B&W Zeppelin Wireless Review


” If you plan to use the Zeppelin through wireless connection, you can pretty much put the speaker in any desired location in the house near an available power outlet. Following the manual, I found setting up the speaker for wireless usage is relatively easy. Since I am not an Apple user, during the review, wireless connection to the Zeppelin was made through Bluetooth using my Android phone and through wi-fi using the Airplay feature in the iTunes for Windows version from my desktop. Both connections worked flawlessly. For comparison, ”


Boost Music Quality with DACs and NAS Drives

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” Bottom line: Make sure that the standalone DAC, DAC/amplifier combo, or A/V receiver with a built-in DAC is able to handle 24-bit, 92kHz audio files. Keep in mind that if you already own a great amplifier and a digital audio player, and can already play back audio files that are FLAC, ALAC, and the common lossless WAV, you can get a standalone DAC that will take that great content and hand it off to your amp.”


Fender In-Ear Monitors from Aurisonics

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” The next four models are the FXA series, beginning with the FXA2 for $199 (which has been tuned with slightly more bass to appeal to drummers and bassists) and topping out with the FXA7, for $499. These models all have a 3D metallic housing in a variety of colors. All models will come with a luxurious Fender carrying case, a set of SureSeal tips, cleaning tool, 1/4-inch adapter, and the silver-plated, low-oxygen cable. The FXA7 uses a pair of tweeters with the dual Hybrid Balanced Armature array, and it’s tuned for both the audiophile and professional recording/mixing engineer looking for a clean, uncolored sound.”

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Sonos PLAY 5 Wireless Music System Review

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” The bass response tightened up considerably, and all of the tubby, muddled midbass and vocals were reined in. The highs lost all of the edginess yet remained clear and crisp. The PLAY:5’s bass didn’t extend quite as low as it did out in the open, but that loss is nothing compared to the rest of the performance gains Trueplay brought to that placement. Even knowing what to expect, my eyes simply didn’t believe what my ears were telling me.”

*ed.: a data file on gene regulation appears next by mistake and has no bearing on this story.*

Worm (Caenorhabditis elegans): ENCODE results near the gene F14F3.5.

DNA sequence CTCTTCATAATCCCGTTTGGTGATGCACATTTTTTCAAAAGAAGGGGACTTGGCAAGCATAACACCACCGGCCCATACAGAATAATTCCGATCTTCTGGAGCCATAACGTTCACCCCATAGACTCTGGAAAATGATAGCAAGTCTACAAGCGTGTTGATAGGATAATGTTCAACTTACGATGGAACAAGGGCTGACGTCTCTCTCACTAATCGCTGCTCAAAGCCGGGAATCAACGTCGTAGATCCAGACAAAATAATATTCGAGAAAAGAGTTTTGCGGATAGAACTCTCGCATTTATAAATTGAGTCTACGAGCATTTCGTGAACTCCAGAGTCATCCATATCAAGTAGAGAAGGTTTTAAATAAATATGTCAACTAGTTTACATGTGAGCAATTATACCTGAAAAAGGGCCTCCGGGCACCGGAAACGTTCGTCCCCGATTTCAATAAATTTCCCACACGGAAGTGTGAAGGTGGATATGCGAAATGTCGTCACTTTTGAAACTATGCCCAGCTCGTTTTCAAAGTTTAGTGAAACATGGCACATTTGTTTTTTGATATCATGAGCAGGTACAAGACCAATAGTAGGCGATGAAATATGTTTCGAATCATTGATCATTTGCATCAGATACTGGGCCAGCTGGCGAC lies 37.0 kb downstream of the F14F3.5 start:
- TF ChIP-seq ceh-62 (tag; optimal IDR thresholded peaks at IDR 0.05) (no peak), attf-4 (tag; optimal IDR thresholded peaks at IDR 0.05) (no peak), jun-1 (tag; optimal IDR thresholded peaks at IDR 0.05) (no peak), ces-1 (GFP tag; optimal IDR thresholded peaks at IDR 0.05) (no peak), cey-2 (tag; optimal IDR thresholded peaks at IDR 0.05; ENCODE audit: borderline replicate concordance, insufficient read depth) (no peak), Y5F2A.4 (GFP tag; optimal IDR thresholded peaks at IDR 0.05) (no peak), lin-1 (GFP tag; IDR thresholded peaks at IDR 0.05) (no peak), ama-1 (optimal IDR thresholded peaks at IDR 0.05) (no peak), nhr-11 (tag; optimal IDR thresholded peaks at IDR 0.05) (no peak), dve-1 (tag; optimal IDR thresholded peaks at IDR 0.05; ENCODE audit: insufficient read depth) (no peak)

Thales TTT-Slim Turntable and Easy Tonearm Review


” A couple of things in the setup are different from other turntables. First, this is a battery-operated table and its charger is plugged into the wall and into the rear of the table. Thales suggests, and I agree, it sounds best when you unplug the charger from the back of the table when using the table. You get 20 hours of playing time before it needs to be charged so this is an easy recommendation to follow. The other thing is that the turntable itself comes with a grounding wire that plugs into the back of the table and is hooked up to the grounding lug on your phono preamp. This means you have both the turntable and tonearm grounded. I found if I did not do this I had a good bit of hum, but when I grounded the table it was dead quiet.”



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“Such a large cabinet, especially as big as this one, creates expectation of an extremely huge bass. But you won’t get it. What you get is beautifully balanced with the other part of the range. It is nicely extended but not exaggerated. The much smaller Audiomachina Pure NSE loudspeakers I reviewed recently, with active bass section delivered even better bass extension and better differentiation of lowest notes, which was clear especially with lowest piano and double bass notes. The JBL speakers offered richer, „heavier”/more powerful bass. I was constantly under the impression that there was still some room for even deeper, more powerful sound, like there was no limitation to what these speakers could convey in terms of dynamics, extension and differentiation. Probably that is why this sound is so natural, so relaxing.”


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